Bellingen Playback Theatre has been a constant in our community for 30 years, notching up 229 performances. To celebrate this feat Bellingen Playback Theatre are holding a celebratory event on Saturday 23rd November at the Bellingen Memorial Hall.
We had a chat with two of Bellingen Playback Theatre’s stalwarts- Persia Wildwood and Christel Wecker about the origins of the art and the significance of the art-form to our local community.
How important is it to have local improvised theatre in a community like ours?
Bellingen Playback Theatre serves our community by reflecting our collective stories, building community and connections. Different voices can be heard and our community gets to know itself. Not everyone tells a story but we recognise our shared human experience in the stories of others.
Playback Theatre derives from the ancient tradition of oral storytelling, vital for the health and well-being of all communities. It is an interactive form of improvisational theatre in which audience members tell stories from their lives and watch them enacted on the spot.
What are the origins of this art form?
Playback Theatre was founded in 1975 by Jonathan Fox and Jo Salas in upstate New York. Since this time it has spread around the globe and Playback companies now exist on six continents. Playback Theatre is used in a range of contexts including public performances, community arts, social dialogue, peace building, conflict resolution, education, change management and celebrations.
As communities change and issues affecting these communities change over time, do you see these 229 performances as an historical timeline for our community?
Yes. The stories told at a Playback Theatre performance are personal stories of members of the audience. However, these stories naturally reflect what is going on in the community and in the wider society at any given time.
Equally, the stories stay the same because we are human beings and we all experience the archetypal themes of birth, death, relationships to family, friends, work, health, creativity, community and the natural world around us. Our inner and our outer lives and seasons of growth are all sources for the stories enacted at a Playback Theatre performance.
How have the stories changed over the past 30 years?
In 1989 Bellingen was home to many new settlers and the stories reflected experiences of creating new communities, learning many new skills and the blending of quite different values and lifestyles. And it was nearly impossible to get a really good cup of coffee. That has all changed. There have been several waves of new people and they bring different stories. One definite emerging theme is the recognition that we are living on Gumbaynggirr Land. Also women’s voices have become stronger and concerns about the environment have definitely grown over the years. Our community is much more aware of the need to change how we relate to our planet earth.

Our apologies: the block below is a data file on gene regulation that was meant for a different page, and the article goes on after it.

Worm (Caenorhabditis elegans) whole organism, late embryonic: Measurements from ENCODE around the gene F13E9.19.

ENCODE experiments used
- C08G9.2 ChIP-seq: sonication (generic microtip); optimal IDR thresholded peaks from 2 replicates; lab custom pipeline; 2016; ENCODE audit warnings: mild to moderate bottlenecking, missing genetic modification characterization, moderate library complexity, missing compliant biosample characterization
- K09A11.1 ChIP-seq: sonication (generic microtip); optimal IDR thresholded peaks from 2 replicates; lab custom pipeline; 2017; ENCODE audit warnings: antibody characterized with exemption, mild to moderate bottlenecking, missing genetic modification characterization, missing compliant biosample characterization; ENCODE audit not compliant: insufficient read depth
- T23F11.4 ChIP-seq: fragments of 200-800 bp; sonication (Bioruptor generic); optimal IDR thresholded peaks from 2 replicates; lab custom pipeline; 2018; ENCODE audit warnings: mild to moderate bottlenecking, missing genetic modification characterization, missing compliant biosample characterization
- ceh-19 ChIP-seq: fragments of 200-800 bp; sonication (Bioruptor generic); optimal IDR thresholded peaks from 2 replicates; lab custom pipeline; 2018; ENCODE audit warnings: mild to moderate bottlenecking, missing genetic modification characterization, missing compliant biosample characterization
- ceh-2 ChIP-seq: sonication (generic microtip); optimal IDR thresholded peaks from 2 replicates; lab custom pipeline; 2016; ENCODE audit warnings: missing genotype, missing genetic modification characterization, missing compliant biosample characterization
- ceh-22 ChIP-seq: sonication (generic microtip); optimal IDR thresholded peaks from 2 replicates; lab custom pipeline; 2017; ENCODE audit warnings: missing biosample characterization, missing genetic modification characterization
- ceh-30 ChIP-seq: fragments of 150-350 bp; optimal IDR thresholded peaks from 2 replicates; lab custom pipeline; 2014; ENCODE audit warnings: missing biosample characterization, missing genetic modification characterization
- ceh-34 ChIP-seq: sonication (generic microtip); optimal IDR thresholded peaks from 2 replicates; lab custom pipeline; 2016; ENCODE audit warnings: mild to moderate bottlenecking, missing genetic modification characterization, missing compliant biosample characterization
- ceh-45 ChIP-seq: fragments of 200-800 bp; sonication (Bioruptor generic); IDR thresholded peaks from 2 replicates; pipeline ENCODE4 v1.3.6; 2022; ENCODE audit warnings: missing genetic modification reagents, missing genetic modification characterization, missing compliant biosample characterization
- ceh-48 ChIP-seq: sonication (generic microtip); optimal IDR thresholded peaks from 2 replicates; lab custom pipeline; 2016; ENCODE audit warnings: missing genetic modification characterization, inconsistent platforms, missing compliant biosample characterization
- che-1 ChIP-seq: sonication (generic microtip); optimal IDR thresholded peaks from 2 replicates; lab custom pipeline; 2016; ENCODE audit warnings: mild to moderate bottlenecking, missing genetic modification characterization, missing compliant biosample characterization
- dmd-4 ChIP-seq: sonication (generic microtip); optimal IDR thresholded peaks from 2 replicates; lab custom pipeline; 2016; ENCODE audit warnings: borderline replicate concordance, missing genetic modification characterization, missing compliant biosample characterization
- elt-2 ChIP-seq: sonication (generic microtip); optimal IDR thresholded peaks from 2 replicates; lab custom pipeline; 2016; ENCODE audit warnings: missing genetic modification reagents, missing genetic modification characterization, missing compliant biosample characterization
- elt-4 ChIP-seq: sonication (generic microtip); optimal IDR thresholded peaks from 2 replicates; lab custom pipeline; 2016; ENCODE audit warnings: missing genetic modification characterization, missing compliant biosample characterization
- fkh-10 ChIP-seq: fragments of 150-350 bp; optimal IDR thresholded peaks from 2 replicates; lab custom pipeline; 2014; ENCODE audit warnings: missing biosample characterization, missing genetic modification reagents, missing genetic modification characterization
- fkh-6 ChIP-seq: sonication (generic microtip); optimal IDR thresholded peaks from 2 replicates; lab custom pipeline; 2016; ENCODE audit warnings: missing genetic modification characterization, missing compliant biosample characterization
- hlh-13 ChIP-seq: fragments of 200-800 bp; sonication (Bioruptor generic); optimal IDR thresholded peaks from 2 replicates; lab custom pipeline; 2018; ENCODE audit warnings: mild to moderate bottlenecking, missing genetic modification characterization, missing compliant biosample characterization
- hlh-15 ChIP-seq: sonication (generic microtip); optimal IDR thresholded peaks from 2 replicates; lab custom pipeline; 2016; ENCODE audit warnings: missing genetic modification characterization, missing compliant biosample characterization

Keeping a volunteer theater group alive for 30 years is an extraordinary feat. What has been the secret to your longevity?
There are a few secrets. One is our love and passion for the creative artform of PB and it’s service to our community. Positive feedback from audiences affirms the value of this magical, surprising and at times very funny artform. At each performance both actors and audience step into the mystery and the thrill of the unknown. There is excitement and aliveness in that.
Also, through our weekly rehearsals telling our own stories we have grown a deep sense of trust and connection with each other and the ebbing and flowing of the group process provides ongoing learning and development for us all. It can be quite a ride. Our group is open to work with our edges, patterns, vulnerabilities, for personal and group transformation. There is power in that for us all.
Our Company has enjoyed the blend of long term membership with the refreshing input of new members. We’ve invested in lots of professional theatre skills development and we have had inspiring leadership from company elders.